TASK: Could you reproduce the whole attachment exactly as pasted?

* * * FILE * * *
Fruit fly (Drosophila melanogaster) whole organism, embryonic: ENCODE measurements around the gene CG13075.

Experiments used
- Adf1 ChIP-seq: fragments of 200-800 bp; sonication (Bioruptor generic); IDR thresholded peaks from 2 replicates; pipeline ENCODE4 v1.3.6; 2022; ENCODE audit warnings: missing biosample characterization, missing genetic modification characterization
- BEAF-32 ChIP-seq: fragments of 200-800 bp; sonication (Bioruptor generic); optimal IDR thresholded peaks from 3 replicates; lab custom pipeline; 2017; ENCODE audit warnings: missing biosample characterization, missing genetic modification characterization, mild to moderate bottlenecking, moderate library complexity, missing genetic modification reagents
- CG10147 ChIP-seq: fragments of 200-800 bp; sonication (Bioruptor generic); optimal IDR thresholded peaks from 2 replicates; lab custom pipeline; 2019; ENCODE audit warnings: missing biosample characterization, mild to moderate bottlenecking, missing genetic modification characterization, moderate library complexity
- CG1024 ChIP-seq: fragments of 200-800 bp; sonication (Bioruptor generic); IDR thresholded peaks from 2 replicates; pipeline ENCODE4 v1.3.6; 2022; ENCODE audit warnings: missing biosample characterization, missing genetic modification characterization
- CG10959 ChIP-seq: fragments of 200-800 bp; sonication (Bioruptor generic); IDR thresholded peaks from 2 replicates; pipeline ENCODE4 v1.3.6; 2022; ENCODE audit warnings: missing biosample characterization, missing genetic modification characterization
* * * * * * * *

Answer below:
Fruit fly (Drosophila melanogaster) whole organism, embryonic: ENCODE measurements around the gene CG13075.

Experiments used
- Adf1 ChIP-seq: fragments of 200-800 bp; sonication (Bioruptor generic); IDR thresholded peaks from 2 replicates; pipeline ENCODE4 v1.3.6; 2022; ENCODE audit warnings: missing biosample characterization, missing genetic modification characterization
- BEAF-32 ChIP-seq: fragments of 200-800 bp; sonication (Bioruptor generic); optimal IDR thresholded peaks from 3 replicates; lab custom pipeline; 2017; ENCODE audit warnings: missing biosample characterization, missing genetic modification characterization, mild to moderate bottlenecking, moderate library complexity, missing genetic modification reagents
- CG10147 ChIP-seq: fragments of 200-800 bp; sonication (Bioruptor generic); optimal IDR thresholded peaks from 2 replicates; lab custom pipeline; 2019; ENCODE audit warnings: missing biosample characterization, mild to moderate bottlenecking, missing genetic modification characterization, moderate library complexity
- CG1024 ChIP-seq: fragments of 200-800 bp; sonication (Bioruptor generic); IDR thresholded peaks from 2 replicates; pipeline ENCODE4 v1.3.6; 2022; ENCODE audit warnings: missing biosample characterization, missing genetic modification characterization
- CG10959 ChIP-seq: fragments of 200-800 bp; sonication (Bioruptor generic); IDR thresholded peaks from 2 replicates; pipeline ENCODE4 v1.3.6; 2022; ENCODE audit warnings: missing biosample characterization, missing genetic modification characterization